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BANGALORE (Reuters) - JinkoSolar Holding Co's (JKS.N) quarterly results beat market estimates as shipments soared by two-thirds, and the Chinese solar company forecast a sequentially higher revenue for the first quarter as sales pick up ahead of subsidy cuts in Europe.
Solar companies such as First Solar (FSLR.O), Yingli Green Energy (YGE.N) and JinkoSolar saw record shipments last year as customers rushed purchases before new tariffs set in. But fading support for renewable energy have raised fears that margins could be hit in 2011.
Shares of the company rose 10 percent to $32.20 - their highest in three months - before paring some gains to trade at $30.68 in late Monday morning on the New York Stock Exchange. The WilderHill Clean Energy index .ECO eased 0.17 percent.
"The sector will likely trade on what comes out of Italy," Wedbush Securities analyst Christine Hersey said, referring to reports the country could soon cut subsidies on solar power.
JinkoSolar, like others, plans to diversify into Israel, Australia and India, and raise sales in the United States.
JinkoSolar expects Italy to make up 25-28 percent of its sales in 2011, from about 50 percent in the fourth quarter. With about 9-10 percent, the United States' contribution to its sales would double, a company executive said on a conference call.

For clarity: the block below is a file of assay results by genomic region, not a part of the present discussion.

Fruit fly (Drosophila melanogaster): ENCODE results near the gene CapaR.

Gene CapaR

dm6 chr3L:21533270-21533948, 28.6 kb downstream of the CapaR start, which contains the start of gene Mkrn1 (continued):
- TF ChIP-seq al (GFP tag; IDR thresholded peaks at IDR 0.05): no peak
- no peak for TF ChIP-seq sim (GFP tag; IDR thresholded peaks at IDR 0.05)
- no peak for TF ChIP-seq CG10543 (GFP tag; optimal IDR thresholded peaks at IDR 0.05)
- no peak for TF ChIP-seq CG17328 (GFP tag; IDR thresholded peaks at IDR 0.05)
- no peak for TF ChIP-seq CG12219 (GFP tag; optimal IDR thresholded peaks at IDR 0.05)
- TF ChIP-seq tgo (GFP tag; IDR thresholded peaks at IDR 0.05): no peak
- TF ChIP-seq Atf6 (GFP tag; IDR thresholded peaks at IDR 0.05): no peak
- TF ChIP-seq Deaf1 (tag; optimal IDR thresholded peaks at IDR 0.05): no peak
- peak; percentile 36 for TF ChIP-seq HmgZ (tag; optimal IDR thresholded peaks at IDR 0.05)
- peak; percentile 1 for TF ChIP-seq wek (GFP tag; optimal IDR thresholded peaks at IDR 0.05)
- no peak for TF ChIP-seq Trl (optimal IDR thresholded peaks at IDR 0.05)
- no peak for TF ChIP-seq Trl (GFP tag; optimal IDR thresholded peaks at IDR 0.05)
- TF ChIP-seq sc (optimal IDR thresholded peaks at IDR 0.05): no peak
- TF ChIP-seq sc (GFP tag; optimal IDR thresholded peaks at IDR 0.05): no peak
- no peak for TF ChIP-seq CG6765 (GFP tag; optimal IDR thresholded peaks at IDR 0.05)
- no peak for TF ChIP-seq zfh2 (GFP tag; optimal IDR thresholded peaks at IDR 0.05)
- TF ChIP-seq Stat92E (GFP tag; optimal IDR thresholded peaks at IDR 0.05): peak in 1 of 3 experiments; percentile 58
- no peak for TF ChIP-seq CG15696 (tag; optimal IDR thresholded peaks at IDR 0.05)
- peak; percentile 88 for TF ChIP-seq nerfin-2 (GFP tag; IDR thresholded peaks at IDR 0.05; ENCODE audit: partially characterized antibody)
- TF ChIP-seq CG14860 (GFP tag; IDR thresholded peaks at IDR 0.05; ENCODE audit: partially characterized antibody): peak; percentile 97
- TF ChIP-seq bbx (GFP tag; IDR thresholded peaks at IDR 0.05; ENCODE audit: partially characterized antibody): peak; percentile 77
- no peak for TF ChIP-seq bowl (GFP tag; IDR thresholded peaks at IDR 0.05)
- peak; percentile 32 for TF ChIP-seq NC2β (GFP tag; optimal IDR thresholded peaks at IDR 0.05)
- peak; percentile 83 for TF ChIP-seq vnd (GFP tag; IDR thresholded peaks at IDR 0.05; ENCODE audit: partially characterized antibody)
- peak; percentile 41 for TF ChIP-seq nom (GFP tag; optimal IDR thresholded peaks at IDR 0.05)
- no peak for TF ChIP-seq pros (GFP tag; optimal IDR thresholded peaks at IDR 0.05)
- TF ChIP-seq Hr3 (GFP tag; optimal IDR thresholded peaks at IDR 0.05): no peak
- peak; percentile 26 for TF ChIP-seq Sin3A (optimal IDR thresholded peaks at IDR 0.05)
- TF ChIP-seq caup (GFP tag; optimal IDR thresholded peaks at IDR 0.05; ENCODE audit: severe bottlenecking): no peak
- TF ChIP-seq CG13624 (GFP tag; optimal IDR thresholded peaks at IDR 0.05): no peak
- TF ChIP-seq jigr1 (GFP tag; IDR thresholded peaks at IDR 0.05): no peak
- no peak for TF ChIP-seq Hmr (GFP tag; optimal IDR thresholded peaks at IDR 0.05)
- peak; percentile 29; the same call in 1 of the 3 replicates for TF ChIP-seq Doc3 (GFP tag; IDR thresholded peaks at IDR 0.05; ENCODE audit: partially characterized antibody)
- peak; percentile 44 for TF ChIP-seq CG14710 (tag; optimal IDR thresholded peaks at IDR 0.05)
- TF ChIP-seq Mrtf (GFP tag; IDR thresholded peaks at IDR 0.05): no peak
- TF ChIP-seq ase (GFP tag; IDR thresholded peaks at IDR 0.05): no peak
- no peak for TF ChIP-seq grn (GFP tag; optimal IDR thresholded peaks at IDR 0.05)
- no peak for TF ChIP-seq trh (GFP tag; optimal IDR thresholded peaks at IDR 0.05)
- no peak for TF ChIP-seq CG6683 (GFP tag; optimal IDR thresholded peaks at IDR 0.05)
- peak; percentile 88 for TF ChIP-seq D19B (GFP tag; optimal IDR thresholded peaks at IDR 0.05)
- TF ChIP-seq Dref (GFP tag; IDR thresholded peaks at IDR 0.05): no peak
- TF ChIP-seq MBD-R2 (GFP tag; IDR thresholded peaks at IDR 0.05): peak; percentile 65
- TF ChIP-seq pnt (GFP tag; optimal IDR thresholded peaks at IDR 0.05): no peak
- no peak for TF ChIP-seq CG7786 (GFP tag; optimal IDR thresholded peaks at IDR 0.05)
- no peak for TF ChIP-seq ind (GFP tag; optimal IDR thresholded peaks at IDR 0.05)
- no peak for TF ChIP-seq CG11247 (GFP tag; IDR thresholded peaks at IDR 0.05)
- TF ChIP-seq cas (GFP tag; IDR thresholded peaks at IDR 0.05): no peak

He said Average Selling Prices (ASP), which had risen in the last two quarters, may fall 5-8 percent in the first quarter and remain flat in the second.
JinkoSolar -- which also counts Germany, France, Spain and Belgium as its main markets -- saw fourth-quarter gross margin sliding to 28.5 percent, from 33.5 percent in the third.
Margins fell mainly due to an increase in the average cost of polysilicon -- the key raw material in photovoltaic modules -- and an increase in the purchase of silicon wafers and solar cells from third party suppliers in order to meet demand.
In a bid to control costs, solar firms have been increasing their production of polysilicon and JinkoSolar intends to raise in-house production capacities of silicon wafer, solar cell and module by half to about 900 MW each by the end of this quarter.
The company expects polysilicon prices to remain flat in the first quarter and then fall through the course of 2011.
It sees in-house capacity reaching 1,500 MW by the year-end, against earlier estimates of 1,000 MW.
"Given the fact that the Chinese module manufacturers have access to low cost of capital credit lines from Chinese banks, I would expect if ASPs stay high in the first half of the year, other companies may add capacity," analyst Hersey said. "They are in sort of a race (to add production)."
For January-March, JinkoSolar sees shipments of 155-160 MW, with revenue of $280-$290 million.
October-December profit at JinkoSolar, which went public in May 2011, came in at $2.36 per American Depositary Share. Total revenue was $267.7 million, with shipments of 162.6 MW.
Reporting by Krishna N Das; Editing by Don Sebastian and Gopakumar Warrier